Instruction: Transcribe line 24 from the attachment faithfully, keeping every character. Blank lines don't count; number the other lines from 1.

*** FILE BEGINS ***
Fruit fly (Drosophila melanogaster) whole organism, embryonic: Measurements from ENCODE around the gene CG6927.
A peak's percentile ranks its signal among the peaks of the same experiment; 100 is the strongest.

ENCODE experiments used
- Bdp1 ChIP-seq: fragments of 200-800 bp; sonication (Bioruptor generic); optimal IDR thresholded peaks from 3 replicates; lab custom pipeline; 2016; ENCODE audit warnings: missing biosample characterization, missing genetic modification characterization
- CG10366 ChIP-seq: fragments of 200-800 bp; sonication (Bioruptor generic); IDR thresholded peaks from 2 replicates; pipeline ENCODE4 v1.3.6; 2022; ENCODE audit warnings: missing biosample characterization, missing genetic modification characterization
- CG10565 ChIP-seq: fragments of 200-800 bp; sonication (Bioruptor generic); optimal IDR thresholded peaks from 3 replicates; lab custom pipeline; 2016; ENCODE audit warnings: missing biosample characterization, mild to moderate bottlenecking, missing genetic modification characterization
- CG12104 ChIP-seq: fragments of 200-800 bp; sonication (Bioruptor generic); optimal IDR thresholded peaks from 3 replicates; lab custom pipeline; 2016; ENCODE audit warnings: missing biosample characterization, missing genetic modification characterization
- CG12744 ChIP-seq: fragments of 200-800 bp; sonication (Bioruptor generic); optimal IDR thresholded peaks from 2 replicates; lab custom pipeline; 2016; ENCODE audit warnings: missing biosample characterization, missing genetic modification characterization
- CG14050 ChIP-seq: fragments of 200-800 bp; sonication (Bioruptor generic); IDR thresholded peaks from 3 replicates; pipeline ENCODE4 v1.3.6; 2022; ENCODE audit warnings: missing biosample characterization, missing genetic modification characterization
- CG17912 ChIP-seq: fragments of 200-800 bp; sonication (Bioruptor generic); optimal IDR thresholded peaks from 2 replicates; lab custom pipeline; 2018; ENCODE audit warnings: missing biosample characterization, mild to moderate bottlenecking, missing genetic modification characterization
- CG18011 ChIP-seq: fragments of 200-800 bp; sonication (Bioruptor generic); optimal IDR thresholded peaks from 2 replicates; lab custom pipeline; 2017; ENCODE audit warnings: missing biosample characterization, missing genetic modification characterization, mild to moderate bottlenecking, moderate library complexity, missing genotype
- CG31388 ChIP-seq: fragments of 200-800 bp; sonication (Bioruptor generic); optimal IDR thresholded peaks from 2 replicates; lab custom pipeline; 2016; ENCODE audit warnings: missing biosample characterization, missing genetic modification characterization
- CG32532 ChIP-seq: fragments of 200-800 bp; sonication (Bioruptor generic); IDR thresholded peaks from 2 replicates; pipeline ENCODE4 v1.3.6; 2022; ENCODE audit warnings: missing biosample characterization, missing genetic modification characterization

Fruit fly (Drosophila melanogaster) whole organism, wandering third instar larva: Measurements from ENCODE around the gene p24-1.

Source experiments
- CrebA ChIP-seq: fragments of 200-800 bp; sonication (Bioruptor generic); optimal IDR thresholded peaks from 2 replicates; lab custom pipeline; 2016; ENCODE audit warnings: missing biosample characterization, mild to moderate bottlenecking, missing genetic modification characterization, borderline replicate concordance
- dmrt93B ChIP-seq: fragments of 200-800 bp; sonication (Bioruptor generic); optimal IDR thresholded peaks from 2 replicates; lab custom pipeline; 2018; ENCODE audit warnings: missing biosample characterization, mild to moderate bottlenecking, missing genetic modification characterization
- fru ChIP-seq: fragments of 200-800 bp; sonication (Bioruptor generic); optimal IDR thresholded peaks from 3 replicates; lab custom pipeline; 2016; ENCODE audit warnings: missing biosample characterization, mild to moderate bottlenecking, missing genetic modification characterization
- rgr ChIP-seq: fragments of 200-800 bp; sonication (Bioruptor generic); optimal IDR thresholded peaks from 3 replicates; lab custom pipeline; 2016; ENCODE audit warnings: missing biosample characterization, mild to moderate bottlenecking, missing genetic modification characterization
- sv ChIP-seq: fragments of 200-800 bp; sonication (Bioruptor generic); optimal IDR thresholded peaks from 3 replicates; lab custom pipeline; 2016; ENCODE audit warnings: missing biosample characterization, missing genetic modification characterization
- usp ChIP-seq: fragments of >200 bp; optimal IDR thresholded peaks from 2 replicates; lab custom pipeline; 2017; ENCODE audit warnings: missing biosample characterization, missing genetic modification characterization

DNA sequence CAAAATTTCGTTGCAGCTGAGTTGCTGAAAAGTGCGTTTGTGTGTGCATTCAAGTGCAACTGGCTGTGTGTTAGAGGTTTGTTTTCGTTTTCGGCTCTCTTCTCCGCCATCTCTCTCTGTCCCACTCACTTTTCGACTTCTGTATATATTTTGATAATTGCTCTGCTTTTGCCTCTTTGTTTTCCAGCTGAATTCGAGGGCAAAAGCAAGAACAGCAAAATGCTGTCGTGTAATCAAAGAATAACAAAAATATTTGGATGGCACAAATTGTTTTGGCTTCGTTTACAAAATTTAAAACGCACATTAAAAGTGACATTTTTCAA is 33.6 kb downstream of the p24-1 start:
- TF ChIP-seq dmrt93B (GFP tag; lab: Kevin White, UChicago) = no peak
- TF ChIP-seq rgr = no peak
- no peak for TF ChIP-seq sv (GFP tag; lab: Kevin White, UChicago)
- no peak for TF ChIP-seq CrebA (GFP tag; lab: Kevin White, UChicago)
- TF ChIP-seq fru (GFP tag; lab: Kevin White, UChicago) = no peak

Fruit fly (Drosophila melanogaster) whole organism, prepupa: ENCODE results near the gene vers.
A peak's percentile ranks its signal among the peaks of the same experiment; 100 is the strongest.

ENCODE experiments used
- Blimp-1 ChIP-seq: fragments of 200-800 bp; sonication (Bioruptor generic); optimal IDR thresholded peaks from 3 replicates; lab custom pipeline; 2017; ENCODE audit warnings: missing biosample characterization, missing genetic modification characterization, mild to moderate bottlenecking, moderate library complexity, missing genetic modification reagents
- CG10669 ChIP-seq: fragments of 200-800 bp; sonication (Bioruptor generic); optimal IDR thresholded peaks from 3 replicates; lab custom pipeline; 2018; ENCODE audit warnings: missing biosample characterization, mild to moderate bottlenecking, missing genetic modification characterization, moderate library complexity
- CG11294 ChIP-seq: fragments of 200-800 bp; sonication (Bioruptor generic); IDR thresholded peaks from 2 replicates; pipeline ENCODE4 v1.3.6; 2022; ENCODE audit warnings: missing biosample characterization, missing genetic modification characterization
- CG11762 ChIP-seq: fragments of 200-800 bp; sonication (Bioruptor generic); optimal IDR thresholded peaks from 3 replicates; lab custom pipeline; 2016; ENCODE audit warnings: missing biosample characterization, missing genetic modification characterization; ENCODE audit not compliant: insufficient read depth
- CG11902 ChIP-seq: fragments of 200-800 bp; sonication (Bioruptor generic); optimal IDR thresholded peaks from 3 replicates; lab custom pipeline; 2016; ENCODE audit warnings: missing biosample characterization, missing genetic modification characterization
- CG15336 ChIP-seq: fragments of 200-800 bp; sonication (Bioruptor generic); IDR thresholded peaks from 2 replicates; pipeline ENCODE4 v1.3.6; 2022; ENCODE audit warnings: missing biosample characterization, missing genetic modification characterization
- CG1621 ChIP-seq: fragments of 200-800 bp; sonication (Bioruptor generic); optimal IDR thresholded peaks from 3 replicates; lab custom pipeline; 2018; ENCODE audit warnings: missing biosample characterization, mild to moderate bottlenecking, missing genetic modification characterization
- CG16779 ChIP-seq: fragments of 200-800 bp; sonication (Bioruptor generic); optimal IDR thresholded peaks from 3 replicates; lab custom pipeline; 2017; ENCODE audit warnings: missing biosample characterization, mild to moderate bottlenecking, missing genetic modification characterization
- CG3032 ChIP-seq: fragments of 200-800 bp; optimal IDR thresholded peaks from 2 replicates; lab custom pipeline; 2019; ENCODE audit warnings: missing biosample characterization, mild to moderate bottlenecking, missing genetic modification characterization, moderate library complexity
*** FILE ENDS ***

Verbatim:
- TF ChIP-seq rgr = no peak